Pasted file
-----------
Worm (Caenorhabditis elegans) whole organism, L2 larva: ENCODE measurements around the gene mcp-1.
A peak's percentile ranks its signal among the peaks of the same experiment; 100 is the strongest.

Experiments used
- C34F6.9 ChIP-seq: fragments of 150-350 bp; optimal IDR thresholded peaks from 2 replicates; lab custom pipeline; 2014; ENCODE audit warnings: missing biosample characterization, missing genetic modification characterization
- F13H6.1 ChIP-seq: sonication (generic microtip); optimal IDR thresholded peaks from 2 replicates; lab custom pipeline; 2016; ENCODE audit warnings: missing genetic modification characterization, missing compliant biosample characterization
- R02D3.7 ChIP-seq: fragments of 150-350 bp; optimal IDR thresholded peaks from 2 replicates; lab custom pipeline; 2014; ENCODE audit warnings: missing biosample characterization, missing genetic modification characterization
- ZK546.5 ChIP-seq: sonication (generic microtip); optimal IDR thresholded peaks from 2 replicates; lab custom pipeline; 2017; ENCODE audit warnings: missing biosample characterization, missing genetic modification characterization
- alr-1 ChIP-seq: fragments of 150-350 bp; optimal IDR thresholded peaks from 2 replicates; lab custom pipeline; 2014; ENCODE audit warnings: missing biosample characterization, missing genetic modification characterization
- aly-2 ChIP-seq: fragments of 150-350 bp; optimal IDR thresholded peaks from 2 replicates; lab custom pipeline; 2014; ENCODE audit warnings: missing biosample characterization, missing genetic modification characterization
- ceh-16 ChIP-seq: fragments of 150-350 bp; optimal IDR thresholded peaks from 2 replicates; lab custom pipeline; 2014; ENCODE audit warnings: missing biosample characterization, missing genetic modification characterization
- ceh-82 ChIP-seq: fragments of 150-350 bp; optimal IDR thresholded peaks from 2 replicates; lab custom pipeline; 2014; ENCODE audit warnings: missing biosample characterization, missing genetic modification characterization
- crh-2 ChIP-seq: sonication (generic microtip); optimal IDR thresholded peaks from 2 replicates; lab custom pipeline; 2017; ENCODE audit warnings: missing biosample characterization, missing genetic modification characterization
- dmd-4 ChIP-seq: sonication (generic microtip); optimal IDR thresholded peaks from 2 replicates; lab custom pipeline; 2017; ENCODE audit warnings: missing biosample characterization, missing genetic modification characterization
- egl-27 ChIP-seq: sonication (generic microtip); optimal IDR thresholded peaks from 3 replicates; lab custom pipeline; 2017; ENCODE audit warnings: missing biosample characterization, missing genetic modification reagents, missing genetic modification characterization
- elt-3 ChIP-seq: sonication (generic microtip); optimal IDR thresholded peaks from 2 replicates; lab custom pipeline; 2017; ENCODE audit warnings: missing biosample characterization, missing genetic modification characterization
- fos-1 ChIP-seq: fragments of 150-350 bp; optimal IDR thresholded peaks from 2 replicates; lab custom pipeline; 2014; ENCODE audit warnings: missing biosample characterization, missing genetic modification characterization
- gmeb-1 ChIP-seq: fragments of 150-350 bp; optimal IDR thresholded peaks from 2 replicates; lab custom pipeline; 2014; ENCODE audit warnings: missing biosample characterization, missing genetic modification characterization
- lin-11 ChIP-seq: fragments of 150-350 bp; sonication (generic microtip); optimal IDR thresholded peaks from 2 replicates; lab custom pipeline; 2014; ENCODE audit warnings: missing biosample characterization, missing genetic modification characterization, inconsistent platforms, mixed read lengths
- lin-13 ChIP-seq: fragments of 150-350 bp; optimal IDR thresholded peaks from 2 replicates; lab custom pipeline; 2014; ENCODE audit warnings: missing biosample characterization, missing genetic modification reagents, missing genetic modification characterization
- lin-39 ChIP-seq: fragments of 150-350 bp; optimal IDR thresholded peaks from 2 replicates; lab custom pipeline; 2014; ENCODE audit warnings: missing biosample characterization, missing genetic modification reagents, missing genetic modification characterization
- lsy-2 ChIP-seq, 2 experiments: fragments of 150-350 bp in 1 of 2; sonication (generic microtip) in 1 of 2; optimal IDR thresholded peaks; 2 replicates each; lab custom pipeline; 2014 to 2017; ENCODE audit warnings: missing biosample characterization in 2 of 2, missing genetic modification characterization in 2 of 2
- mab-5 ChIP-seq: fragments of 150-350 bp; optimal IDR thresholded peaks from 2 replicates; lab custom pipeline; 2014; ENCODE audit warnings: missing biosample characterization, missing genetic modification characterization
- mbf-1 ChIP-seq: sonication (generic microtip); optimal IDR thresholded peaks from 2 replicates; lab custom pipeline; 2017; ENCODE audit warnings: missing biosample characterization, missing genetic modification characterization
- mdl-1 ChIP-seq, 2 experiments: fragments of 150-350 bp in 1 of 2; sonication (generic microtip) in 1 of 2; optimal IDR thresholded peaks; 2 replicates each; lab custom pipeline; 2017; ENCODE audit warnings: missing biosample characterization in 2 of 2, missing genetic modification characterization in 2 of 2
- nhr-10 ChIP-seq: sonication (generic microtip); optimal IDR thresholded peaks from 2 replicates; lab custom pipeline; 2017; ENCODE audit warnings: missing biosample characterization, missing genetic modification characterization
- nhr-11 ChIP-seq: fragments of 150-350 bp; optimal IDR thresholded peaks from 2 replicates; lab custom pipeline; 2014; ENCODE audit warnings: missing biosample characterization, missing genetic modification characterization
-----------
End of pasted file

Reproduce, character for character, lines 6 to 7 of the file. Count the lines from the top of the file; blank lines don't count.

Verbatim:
- R02D3.7 ChIP-seq: fragments of 150-350 bp; optimal IDR thresholded peaks from 2 replicates; lab custom pipeline; 2014; ENCODE audit warnings: missing biosample characterization, missing genetic modification characterization
- ZK546.5 ChIP-seq: sonication (generic microtip); optimal IDR thresholded peaks from 2 replicates; lab custom pipeline; 2017; ENCODE audit warnings: missing biosample characterization, missing genetic modification characterization